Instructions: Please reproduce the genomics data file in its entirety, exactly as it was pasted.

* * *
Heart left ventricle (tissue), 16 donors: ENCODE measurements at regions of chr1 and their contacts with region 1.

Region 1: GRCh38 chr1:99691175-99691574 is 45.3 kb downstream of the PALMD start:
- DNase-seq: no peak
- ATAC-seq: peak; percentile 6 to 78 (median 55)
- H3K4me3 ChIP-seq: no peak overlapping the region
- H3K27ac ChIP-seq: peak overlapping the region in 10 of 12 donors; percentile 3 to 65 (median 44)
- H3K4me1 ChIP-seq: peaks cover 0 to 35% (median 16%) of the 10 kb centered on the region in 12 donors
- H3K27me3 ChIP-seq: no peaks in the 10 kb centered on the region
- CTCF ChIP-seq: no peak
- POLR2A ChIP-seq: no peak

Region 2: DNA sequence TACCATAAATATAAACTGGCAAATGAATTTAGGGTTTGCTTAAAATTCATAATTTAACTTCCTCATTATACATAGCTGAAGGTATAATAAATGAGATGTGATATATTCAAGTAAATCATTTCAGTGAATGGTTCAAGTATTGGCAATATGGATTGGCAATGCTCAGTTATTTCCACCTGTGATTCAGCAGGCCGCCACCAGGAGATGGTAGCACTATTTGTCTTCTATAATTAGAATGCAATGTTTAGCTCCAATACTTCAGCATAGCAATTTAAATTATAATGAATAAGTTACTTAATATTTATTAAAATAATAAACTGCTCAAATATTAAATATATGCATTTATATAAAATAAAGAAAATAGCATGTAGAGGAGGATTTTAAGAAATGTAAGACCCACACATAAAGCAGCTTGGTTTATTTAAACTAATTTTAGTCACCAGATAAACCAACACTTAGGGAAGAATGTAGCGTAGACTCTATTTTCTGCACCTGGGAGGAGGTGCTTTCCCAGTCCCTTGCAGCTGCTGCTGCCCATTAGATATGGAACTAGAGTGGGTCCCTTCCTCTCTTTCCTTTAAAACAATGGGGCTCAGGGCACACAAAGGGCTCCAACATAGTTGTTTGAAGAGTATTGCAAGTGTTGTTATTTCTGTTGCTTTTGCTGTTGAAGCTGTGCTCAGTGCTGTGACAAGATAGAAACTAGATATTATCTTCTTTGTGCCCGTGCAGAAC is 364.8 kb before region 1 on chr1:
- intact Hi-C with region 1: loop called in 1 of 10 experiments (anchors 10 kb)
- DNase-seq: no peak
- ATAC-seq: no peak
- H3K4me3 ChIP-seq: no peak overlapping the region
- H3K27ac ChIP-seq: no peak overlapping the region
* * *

Heart left ventricle (tissue), 16 donors: ENCODE measurements at regions of chr1 and their contacts with region 1.

Region 1: GRCh38 chr1:99691175-99691574 is 45.3 kb downstream of the PALMD start:
- DNase-seq: no peak
- ATAC-seq: peak; percentile 6 to 78 (median 55)
- H3K4me3 ChIP-seq: no peak overlapping the region
- H3K27ac ChIP-seq: peak overlapping the region in 10 of 12 donors; percentile 3 to 65 (median 44)
- H3K4me1 ChIP-seq: peaks cover 0 to 35% (median 16%) of the 10 kb centered on the region in 12 donors
- H3K27me3 ChIP-seq: no peaks in the 10 kb centered on the region
- CTCF ChIP-seq: no peak
- POLR2A ChIP-seq: no peak

Region 2: DNA sequence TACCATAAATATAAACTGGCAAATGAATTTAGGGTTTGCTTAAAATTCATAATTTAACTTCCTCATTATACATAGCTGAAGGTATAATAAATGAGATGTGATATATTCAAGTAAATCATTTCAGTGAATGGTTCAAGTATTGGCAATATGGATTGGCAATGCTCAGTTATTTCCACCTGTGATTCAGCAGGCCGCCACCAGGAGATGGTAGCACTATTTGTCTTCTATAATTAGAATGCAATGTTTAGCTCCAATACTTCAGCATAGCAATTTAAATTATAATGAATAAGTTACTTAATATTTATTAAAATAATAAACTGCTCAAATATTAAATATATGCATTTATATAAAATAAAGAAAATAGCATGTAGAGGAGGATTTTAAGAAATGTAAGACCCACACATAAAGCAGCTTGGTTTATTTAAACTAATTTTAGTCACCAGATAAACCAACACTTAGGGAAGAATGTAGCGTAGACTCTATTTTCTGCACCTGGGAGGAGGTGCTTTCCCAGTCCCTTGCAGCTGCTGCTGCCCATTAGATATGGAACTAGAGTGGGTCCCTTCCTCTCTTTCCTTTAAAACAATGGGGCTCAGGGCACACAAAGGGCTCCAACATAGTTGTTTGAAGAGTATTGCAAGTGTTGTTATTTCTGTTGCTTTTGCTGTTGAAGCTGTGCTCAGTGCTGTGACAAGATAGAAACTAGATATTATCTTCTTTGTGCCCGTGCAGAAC is 364.8 kb before region 1 on chr1:
- intact Hi-C with region 1: loop called in 1 of 10 experiments (anchors 10 kb)
- DNase-seq: no peak
- ATAC-seq: no peak
- H3K4me3 ChIP-seq: no peak overlapping the region
- H3K27ac ChIP-seq: no peak overlapping the region